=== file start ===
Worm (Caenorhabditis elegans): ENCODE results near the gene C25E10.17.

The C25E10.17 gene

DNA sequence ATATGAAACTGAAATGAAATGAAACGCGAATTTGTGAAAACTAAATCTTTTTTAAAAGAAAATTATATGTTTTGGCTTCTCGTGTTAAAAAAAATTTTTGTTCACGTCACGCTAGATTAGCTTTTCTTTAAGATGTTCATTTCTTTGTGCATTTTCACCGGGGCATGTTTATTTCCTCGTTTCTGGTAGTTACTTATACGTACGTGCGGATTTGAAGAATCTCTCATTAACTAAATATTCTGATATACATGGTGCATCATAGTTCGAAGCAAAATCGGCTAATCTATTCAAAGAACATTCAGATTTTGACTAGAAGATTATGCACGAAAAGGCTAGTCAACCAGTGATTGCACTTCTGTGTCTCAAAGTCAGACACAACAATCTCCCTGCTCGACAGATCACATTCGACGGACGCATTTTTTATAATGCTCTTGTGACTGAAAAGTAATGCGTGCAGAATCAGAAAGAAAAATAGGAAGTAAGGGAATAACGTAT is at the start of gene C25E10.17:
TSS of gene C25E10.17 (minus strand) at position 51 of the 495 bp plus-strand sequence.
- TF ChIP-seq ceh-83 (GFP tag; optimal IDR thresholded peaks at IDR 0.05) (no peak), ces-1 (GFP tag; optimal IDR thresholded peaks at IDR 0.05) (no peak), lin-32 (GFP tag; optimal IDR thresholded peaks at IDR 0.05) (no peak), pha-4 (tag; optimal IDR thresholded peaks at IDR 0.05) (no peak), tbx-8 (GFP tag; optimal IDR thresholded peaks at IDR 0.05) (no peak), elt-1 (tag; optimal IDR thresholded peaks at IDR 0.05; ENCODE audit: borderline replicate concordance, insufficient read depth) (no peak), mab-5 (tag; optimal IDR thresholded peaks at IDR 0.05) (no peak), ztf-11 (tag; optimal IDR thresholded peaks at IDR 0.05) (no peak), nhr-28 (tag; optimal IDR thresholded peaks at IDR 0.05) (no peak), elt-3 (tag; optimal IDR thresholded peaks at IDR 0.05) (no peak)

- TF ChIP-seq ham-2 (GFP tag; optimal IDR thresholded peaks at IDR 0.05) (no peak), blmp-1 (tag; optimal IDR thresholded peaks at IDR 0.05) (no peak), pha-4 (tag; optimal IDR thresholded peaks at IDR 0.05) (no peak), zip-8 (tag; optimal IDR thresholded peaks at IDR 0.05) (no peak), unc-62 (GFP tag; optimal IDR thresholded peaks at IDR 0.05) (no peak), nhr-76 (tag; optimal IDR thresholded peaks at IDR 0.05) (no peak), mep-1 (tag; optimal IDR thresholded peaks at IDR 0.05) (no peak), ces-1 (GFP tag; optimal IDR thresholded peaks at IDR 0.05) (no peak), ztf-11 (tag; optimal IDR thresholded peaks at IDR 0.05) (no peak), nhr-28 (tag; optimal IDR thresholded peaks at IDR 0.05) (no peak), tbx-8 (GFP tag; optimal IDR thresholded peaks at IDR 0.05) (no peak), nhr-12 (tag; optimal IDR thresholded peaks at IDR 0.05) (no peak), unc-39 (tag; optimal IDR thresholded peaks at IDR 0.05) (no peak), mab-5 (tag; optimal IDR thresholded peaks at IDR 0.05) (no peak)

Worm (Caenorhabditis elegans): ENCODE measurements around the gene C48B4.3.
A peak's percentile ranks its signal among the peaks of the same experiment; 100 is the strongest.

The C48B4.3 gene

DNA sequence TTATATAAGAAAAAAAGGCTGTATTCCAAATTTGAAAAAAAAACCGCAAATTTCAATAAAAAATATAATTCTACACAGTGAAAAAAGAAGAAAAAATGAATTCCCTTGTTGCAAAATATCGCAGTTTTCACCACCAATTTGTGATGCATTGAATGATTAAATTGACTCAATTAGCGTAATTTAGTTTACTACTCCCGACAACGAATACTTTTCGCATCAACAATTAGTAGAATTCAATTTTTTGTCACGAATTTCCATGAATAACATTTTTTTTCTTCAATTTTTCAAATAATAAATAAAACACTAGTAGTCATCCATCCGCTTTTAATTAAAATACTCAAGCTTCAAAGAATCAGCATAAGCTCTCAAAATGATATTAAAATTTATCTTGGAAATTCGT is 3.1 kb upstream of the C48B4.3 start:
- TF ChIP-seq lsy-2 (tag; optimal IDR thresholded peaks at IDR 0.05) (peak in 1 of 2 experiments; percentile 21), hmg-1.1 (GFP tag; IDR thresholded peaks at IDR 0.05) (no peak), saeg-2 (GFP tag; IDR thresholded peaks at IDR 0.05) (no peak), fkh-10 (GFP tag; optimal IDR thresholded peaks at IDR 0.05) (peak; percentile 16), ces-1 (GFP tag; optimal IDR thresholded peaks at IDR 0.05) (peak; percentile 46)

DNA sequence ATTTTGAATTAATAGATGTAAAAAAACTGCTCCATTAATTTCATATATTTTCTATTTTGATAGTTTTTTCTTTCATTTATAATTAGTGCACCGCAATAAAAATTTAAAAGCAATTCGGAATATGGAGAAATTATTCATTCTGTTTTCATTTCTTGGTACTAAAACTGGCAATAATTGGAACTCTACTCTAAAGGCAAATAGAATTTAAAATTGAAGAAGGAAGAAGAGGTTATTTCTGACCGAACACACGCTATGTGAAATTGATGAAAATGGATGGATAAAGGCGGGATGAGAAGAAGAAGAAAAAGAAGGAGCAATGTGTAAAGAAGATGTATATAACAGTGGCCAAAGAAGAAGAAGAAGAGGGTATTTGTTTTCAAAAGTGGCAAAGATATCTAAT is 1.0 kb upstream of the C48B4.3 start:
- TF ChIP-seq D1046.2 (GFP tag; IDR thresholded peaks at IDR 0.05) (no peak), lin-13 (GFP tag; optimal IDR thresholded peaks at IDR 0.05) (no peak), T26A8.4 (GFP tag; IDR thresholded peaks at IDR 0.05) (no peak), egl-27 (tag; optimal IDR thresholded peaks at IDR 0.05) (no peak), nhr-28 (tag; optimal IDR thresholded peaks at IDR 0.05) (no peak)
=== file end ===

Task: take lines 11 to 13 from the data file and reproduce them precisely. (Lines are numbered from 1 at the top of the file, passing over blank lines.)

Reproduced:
- TF ChIP-seq lsy-2 (tag; optimal IDR thresholded peaks at IDR 0.05) (peak in 1 of 2 experiments; percentile 21), hmg-1.1 (GFP tag; IDR thresholded peaks at IDR 0.05) (no peak), saeg-2 (GFP tag; IDR thresholded peaks at IDR 0.05) (no peak), fkh-10 (GFP tag; optimal IDR thresholded peaks at IDR 0.05) (peak; percentile 16), ces-1 (GFP tag; optimal IDR thresholded peaks at IDR 0.05) (peak; percentile 46)

DNA sequence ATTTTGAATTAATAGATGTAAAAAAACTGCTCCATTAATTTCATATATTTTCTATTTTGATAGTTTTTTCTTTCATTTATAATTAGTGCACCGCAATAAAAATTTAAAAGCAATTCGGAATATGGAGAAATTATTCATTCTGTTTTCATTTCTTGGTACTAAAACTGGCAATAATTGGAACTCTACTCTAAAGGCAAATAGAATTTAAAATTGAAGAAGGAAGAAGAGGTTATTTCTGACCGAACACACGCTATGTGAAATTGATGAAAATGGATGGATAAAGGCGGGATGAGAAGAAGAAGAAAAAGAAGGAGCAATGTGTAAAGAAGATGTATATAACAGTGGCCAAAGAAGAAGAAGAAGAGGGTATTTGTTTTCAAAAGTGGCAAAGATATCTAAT is 1.0 kb upstream of the C48B4.3 start:
- TF ChIP-seq D1046.2 (GFP tag; IDR thresholded peaks at IDR 0.05) (no peak), lin-13 (GFP tag; optimal IDR thresholded peaks at IDR 0.05) (no peak), T26A8.4 (GFP tag; IDR thresholded peaks at IDR 0.05) (no peak), egl-27 (tag; optimal IDR thresholded peaks at IDR 0.05) (no peak), nhr-28 (tag; optimal IDR thresholded peaks at IDR 0.05) (no peak)